Live or Let Probate, Part 1
If you watch the news or read a newspaper shortly after some noted celebrity dies, it is always remarkable how quickly the media turns from the so-called notoriety of the deceased person’s life, to “What did the individual state in their Will?” Of course with our world’s obsession with gossip and materialism, it is no stretch of the imagination to see this type of question. However, in the legal profession, when I observe these situations, I always ask the question, “Why didn’t their attorney do more for them than just write a Will?”
Most people will face a time in their life when they start to realize that they are not immortal. It is at that time that they begin to worry about what will happen in the future to their possessions and how will they take care of their loved ones when they leave this earth. In that time most people will ask around to find an attorney or simply find an ad in the yellow pages or on the internet of an attorney who supposedly practices estate planning. When they meet with the attorney, he or she will write them a Will. After all, that’s what everybody does, right?
What most people do not realize is that when they meet with the attorney who writes their Last Will and Testament, they are very likely to have the following results:
- The attorney actually completed a very simple legal document and, quite possibly, did the least that they could for the client.
- The attorney hopefully did not charge a fee that was too extravagant, because what they did not tell you (most likely) is that after your death, your family will probably re-hire that same attorney and pay a much larger fee, because……
- Your estate is most likely to go through the Probate process.
Now, as I am often asked, “What is probate?” Is it completely evil, a four letter word, one of the most malicious court process ever invented? The answer is usually, “No.” Let me answer it by stating that probate, in its simplest form, is the legal process where the State, where the person lived in, begins and completes the process of distributing the deceased individual’s possessions. The reason why a person has a Will is due to the fact that a Will is essentially a letter of instruction advising a probate judge of how the deceased person’s estate is to be distributed. The bottom line is that when you only write a will, you have essentially guaranteed a one-way ticket for your family to go through the probate process.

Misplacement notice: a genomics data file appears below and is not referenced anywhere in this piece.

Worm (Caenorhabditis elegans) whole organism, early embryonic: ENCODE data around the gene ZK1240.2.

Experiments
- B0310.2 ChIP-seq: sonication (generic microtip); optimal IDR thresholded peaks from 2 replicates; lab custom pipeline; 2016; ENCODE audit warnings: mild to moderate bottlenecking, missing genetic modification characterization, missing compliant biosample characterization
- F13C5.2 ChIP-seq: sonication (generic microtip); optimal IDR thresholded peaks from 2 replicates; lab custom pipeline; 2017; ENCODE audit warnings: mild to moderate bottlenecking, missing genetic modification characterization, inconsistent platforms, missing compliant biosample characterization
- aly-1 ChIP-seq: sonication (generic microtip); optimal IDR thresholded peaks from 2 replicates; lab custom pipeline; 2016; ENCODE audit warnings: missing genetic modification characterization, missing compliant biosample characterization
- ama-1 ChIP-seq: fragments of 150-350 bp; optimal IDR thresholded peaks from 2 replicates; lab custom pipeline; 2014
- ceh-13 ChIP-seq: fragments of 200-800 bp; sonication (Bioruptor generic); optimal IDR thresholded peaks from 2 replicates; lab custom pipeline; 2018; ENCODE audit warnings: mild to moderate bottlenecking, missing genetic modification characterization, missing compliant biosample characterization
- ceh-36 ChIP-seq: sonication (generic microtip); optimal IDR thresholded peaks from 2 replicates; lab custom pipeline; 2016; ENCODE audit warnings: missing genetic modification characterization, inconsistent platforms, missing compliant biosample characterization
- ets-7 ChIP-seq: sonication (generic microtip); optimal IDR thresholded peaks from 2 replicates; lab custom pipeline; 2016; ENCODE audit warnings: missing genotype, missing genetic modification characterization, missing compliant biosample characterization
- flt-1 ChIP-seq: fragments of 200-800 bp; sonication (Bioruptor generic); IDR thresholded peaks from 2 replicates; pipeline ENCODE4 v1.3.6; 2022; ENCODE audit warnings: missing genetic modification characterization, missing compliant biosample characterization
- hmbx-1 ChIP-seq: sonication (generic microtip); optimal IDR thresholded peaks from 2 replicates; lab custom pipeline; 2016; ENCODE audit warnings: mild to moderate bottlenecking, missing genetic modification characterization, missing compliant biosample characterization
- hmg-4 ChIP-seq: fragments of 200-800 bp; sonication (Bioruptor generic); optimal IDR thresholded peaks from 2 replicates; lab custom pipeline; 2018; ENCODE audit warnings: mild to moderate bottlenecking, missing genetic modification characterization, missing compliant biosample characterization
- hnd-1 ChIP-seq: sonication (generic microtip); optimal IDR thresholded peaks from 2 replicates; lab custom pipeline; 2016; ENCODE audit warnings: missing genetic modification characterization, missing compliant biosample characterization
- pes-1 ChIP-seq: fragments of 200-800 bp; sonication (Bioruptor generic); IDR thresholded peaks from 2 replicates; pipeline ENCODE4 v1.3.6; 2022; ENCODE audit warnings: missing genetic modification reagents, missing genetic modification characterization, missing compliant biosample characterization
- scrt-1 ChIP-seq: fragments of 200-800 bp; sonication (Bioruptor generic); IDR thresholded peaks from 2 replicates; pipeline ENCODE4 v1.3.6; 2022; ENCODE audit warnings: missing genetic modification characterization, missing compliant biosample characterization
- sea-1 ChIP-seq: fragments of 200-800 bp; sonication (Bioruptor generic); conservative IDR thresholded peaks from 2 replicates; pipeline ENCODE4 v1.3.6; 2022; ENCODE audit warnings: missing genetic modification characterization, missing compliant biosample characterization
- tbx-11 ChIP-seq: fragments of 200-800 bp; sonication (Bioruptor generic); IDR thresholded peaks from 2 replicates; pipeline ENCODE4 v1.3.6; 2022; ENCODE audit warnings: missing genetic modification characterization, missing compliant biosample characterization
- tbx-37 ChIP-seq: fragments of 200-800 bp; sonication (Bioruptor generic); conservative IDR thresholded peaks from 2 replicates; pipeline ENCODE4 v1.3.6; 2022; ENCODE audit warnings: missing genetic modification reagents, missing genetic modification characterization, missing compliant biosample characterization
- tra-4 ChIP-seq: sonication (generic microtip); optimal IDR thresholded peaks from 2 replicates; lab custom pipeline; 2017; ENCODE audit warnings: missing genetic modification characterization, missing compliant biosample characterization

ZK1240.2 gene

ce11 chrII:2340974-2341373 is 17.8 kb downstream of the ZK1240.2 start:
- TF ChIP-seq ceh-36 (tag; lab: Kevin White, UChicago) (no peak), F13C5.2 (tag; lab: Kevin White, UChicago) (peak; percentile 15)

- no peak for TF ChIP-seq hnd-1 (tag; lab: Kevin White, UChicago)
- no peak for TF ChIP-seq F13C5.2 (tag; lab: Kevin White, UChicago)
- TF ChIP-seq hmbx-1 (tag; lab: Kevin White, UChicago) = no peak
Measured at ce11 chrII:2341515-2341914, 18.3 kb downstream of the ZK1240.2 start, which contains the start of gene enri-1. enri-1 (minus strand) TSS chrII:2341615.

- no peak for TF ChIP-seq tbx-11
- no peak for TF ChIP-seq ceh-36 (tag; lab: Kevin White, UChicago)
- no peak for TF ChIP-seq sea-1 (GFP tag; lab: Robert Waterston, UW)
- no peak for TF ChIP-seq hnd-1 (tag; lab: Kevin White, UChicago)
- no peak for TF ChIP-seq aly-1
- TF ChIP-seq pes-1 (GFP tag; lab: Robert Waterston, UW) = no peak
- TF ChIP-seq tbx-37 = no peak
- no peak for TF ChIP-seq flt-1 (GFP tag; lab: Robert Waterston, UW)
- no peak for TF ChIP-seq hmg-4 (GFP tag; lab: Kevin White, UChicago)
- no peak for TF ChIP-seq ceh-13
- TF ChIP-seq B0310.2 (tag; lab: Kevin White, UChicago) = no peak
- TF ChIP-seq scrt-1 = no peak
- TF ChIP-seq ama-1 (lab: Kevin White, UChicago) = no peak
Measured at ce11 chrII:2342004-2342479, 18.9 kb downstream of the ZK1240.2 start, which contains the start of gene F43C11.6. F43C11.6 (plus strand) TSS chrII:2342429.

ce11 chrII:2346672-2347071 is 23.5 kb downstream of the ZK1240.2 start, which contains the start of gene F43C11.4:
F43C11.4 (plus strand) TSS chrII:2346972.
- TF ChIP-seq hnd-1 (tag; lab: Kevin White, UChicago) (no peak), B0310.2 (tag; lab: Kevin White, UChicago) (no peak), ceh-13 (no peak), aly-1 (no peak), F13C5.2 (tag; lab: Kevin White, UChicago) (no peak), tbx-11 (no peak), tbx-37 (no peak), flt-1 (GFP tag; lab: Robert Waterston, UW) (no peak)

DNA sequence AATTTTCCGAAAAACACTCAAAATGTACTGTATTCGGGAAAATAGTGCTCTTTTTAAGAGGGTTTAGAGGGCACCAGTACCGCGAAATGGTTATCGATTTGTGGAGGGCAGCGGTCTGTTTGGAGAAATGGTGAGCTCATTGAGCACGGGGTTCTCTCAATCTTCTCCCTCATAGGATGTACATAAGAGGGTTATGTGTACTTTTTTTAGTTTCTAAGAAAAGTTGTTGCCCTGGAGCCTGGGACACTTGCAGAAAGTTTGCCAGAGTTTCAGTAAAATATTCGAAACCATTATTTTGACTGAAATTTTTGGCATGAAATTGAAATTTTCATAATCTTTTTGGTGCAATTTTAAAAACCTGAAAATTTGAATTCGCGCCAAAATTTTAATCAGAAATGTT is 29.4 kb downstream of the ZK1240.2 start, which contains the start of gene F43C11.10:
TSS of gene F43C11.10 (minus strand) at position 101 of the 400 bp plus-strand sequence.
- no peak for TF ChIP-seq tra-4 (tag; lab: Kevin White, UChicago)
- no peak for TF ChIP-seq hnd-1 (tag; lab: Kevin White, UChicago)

So, what is so wrong with the probate process? There are several points to keep in mind when thinking about whether or not to allow your estate to someday be probated, they are as follows:
- Probate usually takes a long time to complete. All states have an amount of time established which indicates the minimum amount of time that a probate estate must remain open for, but the average time is six months. However, if your estate is contested, due to family fighting, creditors, etc. You are most likely looking at the probate process extending into many years. I have handled many probate cases and have never been able to close a probate case in less than a year. That is not to say that a probate case cannot be closed quickly, it is just very rare.
- Due to the fact that the probate case will most likely take a minimum of a year to resolve, it will be an expensive process. This includes court costs, newspaper publication fees, and of course, attorney’s fees. I personally try to charge flat fees on most of the cases that I handle, but with probate, a flat fee is usually impossible, due to the fact that it is so difficult to know how long the probate case will take. If your estate is contested, be prepared to have your children spend thousands of dollars on legal fees with the probate process.
- The probate process has to be published in the legal section of your local newspaper where you resided before your death. So, in addition to the fees associated with this, it also means that your probate information is public information. If you don’t want to let the world know about the value of your estate and who it goes to, as indicated in the statement regarding celebrities, then probate is not the choice for you.
- Due to the high visibility of your probate case as indicated above, your estate runs a higher risk of having claims and challenges filed against it in the probate court. This could occur even if the claims are frivolous in nature.
So, the moral of the story is: As a good steward of the resources that God has given you, going through the probate process is very often a bad idea. If you are planning for the future, which we all should do, take some time to research this process and find an estate planning attorney who is well versed in these concepts to provide you with the necessary counsel on how to avoid this issue. Probate can be avoided and there are some very simple steps to take in order to accomplish this important goal. What are they? You will have to tune in next week to see my next part for the answers!